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Off the boat one day, on their own the next

Unlike in Miami, support services for refugees are slim here.

By ALEXANDRA ZAYAS
Published December 20, 2006


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TAMPA - Yuniel Esteves walked through WestShore Plaza in awe Monday night, hunting for clothes with an old high school classmate.

"It looks like a movie," he told his friend Leodan Nodarse in Spanish.

It was the 24-year-old's first stop after his release from the U.S. Border Patrol office after he and 25 other Cuban refugees landed on Longboat Key that morning.

While authorities marveled that refugees had turned up so far north, the refugees marveled at the shelves of American stores. Rafael Salgado Vaez, 48, was struck by the size of Wal-Mart, his relative Andres Sanchez said.

The Cubans, who each paid a smuggler $2,000, intended to come ashore in Miami. Instead, after a stormy three-day voyage, they landed more than 200 miles north in Longboat Key on Monday.

Vaez's relatives and Esteves' dad picked them up late that night. Like most of Monday's refugees, they will start their new lives in Miami.

Even though the refugees didn't stay in Tampa, local U.S. Border Patrol Agent Steve McDonald says the agency needs to better prepare for any future Cuban arrivals.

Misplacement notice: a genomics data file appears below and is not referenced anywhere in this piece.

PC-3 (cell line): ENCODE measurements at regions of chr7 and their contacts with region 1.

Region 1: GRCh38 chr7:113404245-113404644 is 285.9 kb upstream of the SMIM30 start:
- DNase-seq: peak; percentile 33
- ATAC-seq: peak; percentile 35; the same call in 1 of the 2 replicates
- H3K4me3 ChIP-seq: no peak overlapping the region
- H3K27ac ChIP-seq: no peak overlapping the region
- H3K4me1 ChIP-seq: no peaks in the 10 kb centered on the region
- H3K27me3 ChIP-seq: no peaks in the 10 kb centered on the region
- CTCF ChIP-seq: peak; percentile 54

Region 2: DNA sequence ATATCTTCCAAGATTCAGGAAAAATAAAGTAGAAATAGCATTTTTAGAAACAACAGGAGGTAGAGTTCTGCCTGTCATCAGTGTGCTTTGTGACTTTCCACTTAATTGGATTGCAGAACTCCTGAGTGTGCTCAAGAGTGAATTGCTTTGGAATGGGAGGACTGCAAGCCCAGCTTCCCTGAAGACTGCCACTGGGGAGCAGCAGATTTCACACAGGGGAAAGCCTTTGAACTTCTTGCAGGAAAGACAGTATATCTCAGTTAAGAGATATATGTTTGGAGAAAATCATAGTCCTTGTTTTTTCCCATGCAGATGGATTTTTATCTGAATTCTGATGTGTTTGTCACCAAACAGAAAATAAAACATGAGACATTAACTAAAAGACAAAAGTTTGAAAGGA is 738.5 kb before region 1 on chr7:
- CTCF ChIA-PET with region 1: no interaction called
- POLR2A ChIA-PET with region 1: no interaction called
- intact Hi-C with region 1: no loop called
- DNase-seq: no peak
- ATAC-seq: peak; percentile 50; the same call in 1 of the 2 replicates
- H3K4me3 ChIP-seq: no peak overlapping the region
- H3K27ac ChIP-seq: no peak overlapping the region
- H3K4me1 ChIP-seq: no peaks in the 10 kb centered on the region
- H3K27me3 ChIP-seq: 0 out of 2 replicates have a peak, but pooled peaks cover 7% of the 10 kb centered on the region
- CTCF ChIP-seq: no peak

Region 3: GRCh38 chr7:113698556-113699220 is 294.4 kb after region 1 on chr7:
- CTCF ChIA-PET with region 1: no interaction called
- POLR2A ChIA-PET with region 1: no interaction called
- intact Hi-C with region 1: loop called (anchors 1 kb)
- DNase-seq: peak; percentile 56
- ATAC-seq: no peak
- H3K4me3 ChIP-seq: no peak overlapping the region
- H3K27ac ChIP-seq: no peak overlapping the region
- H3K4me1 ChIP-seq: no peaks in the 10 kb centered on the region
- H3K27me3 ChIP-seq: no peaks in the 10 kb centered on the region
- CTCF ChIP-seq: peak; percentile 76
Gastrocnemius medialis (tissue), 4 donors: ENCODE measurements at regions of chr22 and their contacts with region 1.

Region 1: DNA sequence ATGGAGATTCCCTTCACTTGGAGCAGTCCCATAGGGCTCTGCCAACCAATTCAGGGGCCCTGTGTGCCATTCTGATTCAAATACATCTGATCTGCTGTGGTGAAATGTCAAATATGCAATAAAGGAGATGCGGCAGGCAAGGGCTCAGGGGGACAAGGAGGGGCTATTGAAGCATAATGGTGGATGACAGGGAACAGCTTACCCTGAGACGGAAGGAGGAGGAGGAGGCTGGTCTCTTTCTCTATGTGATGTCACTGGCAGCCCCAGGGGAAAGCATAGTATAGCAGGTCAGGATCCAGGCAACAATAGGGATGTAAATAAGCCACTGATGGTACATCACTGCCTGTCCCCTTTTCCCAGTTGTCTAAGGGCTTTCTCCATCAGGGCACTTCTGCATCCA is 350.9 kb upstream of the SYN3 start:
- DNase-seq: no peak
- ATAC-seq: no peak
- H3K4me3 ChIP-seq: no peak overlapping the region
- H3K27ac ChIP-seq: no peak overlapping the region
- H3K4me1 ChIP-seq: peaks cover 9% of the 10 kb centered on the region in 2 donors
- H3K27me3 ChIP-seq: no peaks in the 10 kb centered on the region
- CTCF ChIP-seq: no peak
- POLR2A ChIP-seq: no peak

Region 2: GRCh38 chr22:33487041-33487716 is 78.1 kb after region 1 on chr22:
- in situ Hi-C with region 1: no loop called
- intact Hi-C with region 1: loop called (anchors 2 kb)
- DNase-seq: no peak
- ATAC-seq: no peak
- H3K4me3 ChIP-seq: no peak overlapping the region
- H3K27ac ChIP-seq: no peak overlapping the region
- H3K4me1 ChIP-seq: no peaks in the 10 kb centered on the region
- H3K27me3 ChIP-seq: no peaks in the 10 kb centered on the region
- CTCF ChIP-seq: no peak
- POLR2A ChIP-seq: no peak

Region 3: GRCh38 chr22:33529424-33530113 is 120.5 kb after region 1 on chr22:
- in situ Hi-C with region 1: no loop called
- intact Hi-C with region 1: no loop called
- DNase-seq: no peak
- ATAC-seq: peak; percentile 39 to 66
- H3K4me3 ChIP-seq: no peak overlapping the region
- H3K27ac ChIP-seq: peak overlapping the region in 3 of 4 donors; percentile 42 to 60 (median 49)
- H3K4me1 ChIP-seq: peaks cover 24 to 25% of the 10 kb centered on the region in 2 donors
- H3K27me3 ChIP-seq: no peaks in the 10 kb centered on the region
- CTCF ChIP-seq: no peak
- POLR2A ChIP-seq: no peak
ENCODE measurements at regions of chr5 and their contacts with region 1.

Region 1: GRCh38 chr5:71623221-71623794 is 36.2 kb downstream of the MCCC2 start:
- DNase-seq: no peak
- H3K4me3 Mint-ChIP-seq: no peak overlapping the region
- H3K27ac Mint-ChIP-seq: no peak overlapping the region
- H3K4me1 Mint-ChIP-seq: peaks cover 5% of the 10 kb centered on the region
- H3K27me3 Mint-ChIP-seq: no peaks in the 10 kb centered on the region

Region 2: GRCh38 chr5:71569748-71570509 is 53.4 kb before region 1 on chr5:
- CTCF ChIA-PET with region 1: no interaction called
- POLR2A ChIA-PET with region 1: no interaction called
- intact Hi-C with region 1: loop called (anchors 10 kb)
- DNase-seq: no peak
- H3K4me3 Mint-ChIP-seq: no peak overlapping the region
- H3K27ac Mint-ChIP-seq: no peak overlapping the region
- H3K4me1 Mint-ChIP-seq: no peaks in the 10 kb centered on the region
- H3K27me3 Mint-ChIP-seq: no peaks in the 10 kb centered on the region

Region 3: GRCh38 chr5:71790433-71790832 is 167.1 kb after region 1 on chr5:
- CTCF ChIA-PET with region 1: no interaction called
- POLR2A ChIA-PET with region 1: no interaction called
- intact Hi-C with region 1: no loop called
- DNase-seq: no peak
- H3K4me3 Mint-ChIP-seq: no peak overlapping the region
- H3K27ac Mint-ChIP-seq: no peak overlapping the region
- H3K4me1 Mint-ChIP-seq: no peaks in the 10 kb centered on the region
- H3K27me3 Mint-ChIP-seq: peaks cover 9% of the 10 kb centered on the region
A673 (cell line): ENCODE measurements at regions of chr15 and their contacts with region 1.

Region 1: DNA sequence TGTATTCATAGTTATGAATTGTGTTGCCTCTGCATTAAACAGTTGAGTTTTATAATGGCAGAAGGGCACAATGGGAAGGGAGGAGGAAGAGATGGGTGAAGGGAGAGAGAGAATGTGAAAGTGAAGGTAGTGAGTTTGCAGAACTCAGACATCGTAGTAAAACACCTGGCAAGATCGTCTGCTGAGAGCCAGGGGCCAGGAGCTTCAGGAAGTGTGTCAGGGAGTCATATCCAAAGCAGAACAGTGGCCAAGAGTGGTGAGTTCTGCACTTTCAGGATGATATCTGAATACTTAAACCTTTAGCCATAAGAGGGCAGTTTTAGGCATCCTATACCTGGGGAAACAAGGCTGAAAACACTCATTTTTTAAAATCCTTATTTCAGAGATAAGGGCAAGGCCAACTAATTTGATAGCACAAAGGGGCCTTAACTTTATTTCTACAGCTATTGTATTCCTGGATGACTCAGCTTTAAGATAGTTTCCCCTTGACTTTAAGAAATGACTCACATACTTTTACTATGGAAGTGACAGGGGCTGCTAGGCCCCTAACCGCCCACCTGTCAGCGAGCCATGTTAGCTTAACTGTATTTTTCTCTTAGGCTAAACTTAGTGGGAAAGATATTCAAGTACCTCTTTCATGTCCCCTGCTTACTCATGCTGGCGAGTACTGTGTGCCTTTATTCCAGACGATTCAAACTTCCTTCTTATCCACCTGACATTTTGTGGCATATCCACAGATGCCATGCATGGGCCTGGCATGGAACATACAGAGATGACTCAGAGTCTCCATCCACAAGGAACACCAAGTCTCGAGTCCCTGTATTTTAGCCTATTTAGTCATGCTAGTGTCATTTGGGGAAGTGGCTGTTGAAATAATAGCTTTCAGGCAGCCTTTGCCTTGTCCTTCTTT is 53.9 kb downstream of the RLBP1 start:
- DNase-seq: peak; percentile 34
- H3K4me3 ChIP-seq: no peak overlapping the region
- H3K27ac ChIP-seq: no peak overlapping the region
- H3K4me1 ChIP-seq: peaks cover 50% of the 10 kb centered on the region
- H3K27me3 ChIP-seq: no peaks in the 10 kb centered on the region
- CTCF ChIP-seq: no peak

Monday, agents offered telephones to the refugees to find rides. Then they opened the doors, and people who have never experienced life outside Cuba were on their own.

The Hillsborough County Health Department has a refugee program that gives immunizations and scans for infectious diseases, but the process from boat to clinic isn't as fluid as Miami's.

In Miami, where such landings occur more frequently, officials bus refugees to a health clinic. After screenings, partner service organizations bus them to their own facilities for orientation, then help them get jobs and seek political asylum.

In Tampa, refugees were told to seek health screenings on their own and check in within 90 days.

McDonald says partnerships are needed among Border Patrol, health officials and nonprofits in Tampa.

"It is definitely something we need to look into," he said.

 

 

[Last modified December 20, 2006, 05:35:02]


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